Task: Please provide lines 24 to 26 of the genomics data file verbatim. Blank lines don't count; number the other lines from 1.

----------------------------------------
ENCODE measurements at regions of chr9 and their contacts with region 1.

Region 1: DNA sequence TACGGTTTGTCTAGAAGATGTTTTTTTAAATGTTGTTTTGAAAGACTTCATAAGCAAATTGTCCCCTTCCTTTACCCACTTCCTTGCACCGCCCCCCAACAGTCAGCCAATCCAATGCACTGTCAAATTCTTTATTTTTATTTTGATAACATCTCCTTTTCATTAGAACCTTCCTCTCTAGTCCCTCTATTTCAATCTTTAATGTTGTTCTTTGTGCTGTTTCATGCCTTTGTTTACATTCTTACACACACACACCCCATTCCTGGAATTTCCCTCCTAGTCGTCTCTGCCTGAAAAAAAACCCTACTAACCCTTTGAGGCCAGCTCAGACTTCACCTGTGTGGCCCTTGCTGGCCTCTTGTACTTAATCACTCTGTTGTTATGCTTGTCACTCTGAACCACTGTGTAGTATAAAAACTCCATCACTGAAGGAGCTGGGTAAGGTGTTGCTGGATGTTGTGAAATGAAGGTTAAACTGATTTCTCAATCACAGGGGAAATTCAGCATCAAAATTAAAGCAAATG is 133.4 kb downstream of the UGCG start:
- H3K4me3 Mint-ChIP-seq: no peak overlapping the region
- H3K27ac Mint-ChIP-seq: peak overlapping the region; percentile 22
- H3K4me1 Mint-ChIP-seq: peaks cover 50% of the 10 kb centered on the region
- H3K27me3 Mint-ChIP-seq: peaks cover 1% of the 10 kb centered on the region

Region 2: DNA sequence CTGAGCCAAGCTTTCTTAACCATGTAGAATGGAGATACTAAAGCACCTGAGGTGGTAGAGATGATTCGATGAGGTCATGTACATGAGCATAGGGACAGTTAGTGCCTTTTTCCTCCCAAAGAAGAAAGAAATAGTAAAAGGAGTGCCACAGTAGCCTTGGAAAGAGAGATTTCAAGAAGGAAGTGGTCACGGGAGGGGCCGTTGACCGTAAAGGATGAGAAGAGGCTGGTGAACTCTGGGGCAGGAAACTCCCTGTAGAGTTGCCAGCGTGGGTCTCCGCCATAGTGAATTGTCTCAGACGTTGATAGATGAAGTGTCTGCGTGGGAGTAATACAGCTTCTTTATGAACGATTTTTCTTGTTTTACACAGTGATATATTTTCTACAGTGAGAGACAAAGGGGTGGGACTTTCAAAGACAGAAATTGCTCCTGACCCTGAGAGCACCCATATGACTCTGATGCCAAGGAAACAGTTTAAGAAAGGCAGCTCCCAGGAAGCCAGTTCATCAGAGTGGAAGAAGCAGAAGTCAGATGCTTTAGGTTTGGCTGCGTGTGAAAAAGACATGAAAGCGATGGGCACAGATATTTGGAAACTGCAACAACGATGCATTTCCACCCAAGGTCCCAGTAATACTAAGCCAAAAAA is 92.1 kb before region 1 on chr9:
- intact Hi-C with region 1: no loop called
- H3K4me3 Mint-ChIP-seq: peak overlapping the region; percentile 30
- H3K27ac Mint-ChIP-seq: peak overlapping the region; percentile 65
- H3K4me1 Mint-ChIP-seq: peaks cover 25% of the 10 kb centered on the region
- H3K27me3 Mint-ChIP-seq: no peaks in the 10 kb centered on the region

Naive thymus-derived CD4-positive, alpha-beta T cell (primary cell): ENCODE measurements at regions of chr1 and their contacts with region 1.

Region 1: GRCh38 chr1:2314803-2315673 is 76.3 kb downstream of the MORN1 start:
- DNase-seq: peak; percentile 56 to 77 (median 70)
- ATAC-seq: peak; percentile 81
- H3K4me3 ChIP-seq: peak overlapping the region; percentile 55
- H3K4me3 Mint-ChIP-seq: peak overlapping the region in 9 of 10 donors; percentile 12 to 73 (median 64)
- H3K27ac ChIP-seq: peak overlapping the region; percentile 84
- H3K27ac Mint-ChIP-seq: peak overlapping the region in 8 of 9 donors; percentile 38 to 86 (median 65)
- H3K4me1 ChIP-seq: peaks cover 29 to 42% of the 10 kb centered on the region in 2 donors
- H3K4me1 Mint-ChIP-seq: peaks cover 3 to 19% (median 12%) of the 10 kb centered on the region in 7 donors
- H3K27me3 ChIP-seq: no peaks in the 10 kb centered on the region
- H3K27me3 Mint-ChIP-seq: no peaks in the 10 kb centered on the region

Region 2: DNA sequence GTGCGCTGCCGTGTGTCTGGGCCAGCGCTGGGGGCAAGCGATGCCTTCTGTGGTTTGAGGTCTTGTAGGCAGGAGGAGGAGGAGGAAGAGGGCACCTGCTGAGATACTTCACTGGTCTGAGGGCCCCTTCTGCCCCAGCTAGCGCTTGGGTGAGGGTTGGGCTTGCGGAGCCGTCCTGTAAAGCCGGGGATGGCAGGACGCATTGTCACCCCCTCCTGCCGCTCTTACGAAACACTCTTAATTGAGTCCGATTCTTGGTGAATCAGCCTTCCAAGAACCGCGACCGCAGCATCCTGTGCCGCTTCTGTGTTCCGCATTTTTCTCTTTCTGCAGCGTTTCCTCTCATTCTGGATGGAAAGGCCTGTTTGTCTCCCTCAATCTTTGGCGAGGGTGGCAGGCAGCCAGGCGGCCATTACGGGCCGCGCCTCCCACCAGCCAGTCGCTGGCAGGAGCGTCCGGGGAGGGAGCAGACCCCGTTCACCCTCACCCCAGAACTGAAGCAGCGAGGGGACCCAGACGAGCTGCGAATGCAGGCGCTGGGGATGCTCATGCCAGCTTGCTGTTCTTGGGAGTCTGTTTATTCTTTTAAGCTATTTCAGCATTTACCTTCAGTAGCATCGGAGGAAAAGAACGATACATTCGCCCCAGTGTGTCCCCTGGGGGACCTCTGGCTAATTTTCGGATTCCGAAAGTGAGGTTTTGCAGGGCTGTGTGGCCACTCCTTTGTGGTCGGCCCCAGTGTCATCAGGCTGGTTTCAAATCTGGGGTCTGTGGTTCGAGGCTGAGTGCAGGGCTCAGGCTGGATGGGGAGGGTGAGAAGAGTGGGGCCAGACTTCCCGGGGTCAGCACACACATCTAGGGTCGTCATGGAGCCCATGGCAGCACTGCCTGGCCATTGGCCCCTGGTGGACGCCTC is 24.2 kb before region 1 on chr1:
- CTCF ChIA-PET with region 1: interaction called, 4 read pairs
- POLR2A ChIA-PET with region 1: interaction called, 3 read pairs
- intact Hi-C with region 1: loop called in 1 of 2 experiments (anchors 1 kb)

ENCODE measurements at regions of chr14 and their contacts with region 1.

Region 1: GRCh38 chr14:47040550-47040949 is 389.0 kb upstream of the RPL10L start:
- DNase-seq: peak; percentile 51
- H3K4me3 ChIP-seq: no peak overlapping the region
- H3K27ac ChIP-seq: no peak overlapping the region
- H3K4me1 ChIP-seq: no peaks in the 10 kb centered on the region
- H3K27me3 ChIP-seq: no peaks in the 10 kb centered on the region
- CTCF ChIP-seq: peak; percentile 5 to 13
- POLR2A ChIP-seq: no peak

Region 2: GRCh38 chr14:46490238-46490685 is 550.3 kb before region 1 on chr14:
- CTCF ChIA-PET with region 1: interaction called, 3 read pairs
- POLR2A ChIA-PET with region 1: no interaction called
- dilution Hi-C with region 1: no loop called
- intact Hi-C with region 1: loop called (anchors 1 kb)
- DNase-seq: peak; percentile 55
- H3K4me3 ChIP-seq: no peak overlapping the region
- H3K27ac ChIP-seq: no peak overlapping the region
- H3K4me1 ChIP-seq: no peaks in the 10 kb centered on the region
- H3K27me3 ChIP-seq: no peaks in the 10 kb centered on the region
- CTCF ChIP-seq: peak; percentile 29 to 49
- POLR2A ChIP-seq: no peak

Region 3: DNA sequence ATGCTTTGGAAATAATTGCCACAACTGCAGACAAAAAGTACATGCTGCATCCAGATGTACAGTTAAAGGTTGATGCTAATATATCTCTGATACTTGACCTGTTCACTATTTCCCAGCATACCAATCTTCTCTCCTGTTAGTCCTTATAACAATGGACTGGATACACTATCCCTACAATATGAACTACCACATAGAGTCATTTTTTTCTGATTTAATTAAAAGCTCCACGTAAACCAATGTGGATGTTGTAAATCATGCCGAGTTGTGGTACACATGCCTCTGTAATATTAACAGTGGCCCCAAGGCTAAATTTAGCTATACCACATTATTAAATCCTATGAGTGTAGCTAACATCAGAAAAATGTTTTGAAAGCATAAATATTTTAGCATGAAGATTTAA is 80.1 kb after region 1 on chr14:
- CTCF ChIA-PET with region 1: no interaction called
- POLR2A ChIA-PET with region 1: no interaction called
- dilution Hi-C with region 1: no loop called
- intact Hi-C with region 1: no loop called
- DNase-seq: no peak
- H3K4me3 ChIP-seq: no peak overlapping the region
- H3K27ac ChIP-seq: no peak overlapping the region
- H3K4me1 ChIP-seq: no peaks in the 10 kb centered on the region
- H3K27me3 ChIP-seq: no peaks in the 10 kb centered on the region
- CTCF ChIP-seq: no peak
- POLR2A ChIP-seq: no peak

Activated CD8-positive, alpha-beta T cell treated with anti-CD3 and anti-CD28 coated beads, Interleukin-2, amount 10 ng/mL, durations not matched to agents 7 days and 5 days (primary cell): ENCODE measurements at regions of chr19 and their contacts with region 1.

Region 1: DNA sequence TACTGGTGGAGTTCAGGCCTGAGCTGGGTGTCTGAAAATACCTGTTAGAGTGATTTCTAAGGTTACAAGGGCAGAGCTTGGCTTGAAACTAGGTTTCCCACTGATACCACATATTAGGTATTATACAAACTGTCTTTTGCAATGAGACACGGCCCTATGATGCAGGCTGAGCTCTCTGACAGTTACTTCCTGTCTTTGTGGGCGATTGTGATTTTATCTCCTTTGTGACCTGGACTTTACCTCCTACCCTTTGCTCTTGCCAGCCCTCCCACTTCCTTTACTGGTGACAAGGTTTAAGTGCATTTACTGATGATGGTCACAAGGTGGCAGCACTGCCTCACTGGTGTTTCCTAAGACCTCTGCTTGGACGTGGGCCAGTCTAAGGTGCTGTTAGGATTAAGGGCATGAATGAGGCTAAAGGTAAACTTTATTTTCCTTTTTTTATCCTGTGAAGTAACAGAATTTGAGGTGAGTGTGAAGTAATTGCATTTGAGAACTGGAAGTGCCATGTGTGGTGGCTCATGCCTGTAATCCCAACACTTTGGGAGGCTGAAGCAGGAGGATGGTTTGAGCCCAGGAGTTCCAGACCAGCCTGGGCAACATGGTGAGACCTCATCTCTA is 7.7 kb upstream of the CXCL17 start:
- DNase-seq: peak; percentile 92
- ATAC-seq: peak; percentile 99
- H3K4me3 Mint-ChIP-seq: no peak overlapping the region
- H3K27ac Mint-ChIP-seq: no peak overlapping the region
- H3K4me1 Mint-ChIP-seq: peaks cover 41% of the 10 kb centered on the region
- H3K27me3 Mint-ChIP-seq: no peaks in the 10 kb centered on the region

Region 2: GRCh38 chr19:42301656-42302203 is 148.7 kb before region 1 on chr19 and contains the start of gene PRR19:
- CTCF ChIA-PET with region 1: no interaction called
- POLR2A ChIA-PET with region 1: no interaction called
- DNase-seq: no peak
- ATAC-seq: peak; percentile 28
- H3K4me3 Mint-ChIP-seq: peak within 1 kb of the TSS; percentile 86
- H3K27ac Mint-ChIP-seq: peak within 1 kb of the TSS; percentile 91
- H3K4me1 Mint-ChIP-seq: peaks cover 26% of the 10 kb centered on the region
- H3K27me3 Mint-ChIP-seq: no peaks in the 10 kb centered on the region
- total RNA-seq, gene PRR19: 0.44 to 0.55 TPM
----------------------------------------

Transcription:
- H3K27me3 Mint-ChIP-seq: no peaks in the 10 kb centered on the region

Region 2: DNA sequence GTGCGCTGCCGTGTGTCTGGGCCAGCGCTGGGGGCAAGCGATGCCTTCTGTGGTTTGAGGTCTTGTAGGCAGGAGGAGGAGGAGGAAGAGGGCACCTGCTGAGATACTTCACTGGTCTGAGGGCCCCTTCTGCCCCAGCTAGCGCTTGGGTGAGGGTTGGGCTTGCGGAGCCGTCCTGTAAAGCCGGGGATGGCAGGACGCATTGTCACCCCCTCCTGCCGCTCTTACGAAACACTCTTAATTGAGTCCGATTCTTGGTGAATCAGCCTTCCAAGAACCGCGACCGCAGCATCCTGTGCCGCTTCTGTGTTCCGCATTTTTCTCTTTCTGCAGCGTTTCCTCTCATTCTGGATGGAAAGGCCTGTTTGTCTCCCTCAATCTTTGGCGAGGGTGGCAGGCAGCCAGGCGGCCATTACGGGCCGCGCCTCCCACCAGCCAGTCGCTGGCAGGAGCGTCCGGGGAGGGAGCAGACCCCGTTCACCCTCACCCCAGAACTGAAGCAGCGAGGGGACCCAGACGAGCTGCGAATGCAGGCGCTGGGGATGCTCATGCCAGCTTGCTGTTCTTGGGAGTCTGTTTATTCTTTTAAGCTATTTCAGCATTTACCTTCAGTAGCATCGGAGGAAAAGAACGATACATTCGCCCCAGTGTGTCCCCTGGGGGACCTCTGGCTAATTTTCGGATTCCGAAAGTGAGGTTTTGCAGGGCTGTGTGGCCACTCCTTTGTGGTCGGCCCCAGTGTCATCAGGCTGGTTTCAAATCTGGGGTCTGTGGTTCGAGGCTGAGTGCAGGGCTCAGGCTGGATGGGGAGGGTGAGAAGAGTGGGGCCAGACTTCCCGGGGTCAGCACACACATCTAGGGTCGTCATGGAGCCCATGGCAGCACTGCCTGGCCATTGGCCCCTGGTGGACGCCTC is 24.2 kb before region 1 on chr1:
- CTCF ChIA-PET with region 1: interaction called, 4 read pairs